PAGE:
Fixing an Oven That Won’t Turn on After Self-Cleaning

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Self-cleaning ovens are one of those conveniences that sound quite nice on paper, but actually, come with a long list of potential problems caused by that same self-cleaning feature. What many appliance owners don’t realize is how exactly a self-cleaning oven does its cleaning cycle. In order to remove built-up grease and food particles, the oven runs itself of upwards of 500 degrees, or the very maximum temperature the oven can safely reach without being a downright fire hazard.

While this cycle is usually pretty successful at burning away all that build up, it is not without cost. By running at its maximum temperature, the oven is putting itself at risk. It is not meant to run that hot for as long as the self-clean cycle lasts. While your oven may be able to endure a few self-cleans, the more the feature is used, the more likely it becomes that one day, your oven just will not turn on again after the self-clean cycle.

While it is generally best to avoid using self-clean and cleaning your oven with old fashioned elbow grease and approved cleaners instead, if your self-clean function has resulted in a non-functional oven, here is what you can check to see if you can get it running again.

What to Check When Your Oven Won’t Start After Self-Cleaning

If your oven doesn’t start up after you have finished a self-cleaning cycle, what you really will want to check is all parts with the potential to be damaged by the high heat. The wires and the thermal fuse are the most at risk, but even items such as the control board of your oven can be damaged by the residual heat.

Waiting To Unlock The Oven

If you have run the self-clean, but you are not yet encountering an oven that won’t start, instead you find an oven door won’t open – wait. Your oven is designed that when the self-cleaning cycle is running, the door is locked so it won’t be opened and cause a hazard. This locking will extend even after the heat has been cut off to continue to keep others safe. The door will be locked until the oven is cool enough. So if this is your issue, you simply need to wait. Since the door can’t open to dissipate the heat quickly, it will take longer to cool down as the heat comes out through the oven vents.

If the problem still persists after hours of waiting, you can try turning off the power to the oven via the circuit breaker for a minute before turning it back on. After which, the oven will reset and the door should unlock.

Damaged Wiring

If you have never removed your oven from its alcove or taken the back panel off your range, but there is a bit of wiring in the back behind the oven tub. This wiring connects the oven’s crucial parts to the control board. While this wiring is insulated to withstand the residual heat coming from the tub in front of it, over time this insulation can wear down and the wiring can be damaged.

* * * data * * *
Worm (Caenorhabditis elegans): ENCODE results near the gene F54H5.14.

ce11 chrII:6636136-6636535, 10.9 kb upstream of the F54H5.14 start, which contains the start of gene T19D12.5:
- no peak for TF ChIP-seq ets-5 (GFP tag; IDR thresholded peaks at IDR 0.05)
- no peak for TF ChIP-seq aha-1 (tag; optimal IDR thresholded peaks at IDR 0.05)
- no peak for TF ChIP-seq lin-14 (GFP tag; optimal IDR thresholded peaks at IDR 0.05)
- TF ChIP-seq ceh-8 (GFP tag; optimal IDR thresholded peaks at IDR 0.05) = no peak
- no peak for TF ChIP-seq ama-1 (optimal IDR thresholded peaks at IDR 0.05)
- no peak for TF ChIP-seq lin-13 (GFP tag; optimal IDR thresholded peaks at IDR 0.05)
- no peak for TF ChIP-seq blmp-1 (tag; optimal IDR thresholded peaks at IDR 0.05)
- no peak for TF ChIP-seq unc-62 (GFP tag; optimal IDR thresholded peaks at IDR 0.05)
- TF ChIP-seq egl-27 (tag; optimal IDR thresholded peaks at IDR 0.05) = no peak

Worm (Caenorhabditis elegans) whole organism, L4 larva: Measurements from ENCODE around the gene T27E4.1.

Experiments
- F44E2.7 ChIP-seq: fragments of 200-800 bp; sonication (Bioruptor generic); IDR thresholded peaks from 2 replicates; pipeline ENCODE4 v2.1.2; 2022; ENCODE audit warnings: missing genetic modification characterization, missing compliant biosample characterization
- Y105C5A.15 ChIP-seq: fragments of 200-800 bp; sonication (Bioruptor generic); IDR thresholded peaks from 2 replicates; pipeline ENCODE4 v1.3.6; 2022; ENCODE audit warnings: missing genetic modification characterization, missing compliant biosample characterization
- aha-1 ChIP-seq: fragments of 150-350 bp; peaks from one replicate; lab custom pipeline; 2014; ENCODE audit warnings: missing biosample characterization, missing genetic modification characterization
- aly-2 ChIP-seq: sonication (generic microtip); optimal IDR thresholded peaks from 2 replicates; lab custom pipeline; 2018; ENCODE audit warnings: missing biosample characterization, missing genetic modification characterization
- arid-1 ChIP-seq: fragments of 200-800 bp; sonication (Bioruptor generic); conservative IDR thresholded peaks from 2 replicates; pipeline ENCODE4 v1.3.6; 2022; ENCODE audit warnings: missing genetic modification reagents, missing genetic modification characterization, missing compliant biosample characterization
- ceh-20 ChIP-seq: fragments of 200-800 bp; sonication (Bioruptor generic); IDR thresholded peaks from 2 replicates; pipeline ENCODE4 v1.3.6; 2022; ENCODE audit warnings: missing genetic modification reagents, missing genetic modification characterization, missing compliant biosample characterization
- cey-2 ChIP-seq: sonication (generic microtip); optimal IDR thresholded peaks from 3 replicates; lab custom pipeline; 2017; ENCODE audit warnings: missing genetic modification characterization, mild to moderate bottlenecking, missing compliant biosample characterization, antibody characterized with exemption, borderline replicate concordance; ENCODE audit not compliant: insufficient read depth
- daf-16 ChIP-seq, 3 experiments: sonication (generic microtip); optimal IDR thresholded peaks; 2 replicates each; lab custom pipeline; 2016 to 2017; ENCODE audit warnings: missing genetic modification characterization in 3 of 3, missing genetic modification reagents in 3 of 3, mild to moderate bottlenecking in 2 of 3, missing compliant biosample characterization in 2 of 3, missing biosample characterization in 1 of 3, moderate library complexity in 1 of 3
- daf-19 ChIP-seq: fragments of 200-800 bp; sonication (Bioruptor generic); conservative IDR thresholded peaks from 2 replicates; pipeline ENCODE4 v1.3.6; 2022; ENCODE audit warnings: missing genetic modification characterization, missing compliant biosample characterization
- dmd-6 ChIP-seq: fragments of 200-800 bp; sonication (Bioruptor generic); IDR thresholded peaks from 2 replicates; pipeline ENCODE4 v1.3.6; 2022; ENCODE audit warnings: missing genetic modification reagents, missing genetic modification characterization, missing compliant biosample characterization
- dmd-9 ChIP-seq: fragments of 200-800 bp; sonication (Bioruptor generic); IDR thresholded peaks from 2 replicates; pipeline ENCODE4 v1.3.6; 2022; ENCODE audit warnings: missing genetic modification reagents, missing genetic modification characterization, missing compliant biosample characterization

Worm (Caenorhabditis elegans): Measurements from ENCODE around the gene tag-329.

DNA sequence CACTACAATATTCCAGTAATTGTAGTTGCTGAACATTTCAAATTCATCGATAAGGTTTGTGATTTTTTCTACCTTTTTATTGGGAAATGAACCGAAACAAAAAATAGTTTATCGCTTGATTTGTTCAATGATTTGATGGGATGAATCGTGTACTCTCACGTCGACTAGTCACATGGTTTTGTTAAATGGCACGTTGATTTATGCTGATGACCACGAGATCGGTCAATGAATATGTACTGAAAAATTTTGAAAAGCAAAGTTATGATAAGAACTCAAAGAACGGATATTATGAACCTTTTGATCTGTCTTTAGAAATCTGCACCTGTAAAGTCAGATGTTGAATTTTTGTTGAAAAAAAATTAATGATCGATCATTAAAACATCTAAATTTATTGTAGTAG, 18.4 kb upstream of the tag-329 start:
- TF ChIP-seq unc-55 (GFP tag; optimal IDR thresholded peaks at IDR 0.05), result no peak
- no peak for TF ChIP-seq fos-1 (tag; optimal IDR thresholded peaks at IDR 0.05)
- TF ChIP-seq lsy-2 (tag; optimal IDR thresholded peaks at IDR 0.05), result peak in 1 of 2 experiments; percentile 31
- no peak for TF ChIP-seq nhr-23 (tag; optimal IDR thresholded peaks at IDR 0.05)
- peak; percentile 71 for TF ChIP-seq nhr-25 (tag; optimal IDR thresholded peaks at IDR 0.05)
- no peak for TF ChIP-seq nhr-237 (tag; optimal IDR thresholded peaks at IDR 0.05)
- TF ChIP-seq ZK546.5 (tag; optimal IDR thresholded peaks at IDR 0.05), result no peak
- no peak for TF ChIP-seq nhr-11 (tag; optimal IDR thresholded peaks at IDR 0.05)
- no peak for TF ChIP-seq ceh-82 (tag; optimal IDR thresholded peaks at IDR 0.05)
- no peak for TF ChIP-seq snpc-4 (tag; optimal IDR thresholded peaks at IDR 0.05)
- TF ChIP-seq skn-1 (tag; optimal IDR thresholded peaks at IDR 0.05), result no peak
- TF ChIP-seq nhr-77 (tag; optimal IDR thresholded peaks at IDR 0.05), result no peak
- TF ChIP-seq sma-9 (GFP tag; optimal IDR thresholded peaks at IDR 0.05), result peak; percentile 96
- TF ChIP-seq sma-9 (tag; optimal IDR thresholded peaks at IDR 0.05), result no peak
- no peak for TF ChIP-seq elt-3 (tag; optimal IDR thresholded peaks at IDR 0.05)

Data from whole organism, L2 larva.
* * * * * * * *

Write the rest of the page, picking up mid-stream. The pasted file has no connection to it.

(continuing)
If you are a frequent user of the self-clean, when the oven ceases to function, this should be the first issue that is checked after a tripped fuse. Damaged wiring will be very obvious upon visual inspection. Any sign of heat damage will mean it needs repair. Unfortunately, the only repair for this issue is the replacement of the damaged wires. Typically this means just getting new wire harnesses that are approved by the manufacturer of your oven.

Tripped Thermal Fuse

Similar to your dryer, your oven is equipped with a thermal fuse for your safety. If the oven gets too hot and may pose a hazard, the thermal fuse will be tripped. Once it is tripped, electricity will no longer run to the heating elements and your oven will not heat. When checking the wiring in the back, you can also check and change the thermal fuse. A common sign that the thermal fuse is the problem is that the display on your oven works, but the heating elements do not. If you want to be absolutely sure, test the thermal fuse with your multimeter, a tripped thermal fuse will have no continuity anymore.

The thermal fuse is a part of your oven that is good for only one use. Once it has tripped, it will need to be replaced with a new one. Some models may have one you can reset, but this is typically more common in dryers than ovens since a fuse is tripped more often in a dryer. If it happens right after a self-clean, typically there is not a reason to check for why it was tripped as the oven grows very hot during this cycle. A new thermal fuse should fix the issue quickly.

Damaged Control Board

Like the wiring in the back, the rising heat from the self-clean cycle can ultimately result in a damaged control board. However, unlike other issues, control board damage can manifest in a dozen different ways. It is the brain of your appliance, and when that brain is damaged, it can cause a number of issues, non-function included.

It is likely that instead of just completely not working anymore, you will see symptoms of damage such as a display not working, inaccurate temperatures, and heating element problems. You can test for power to the control board via a multimeter as well as do a visual inspection for bubbling, warping, and other heat-related damage.

While replacing a control board seems like it is one of those complex repairs, it is actually fairly simple. Usually, the most difficult parts of this repair are reaching the control board, which means some disassembly of your oven, and making sure the wiring is plugged into the correct spots. Otherwise, it is as simple as removing the mounting screws from the board and mounting a new one.

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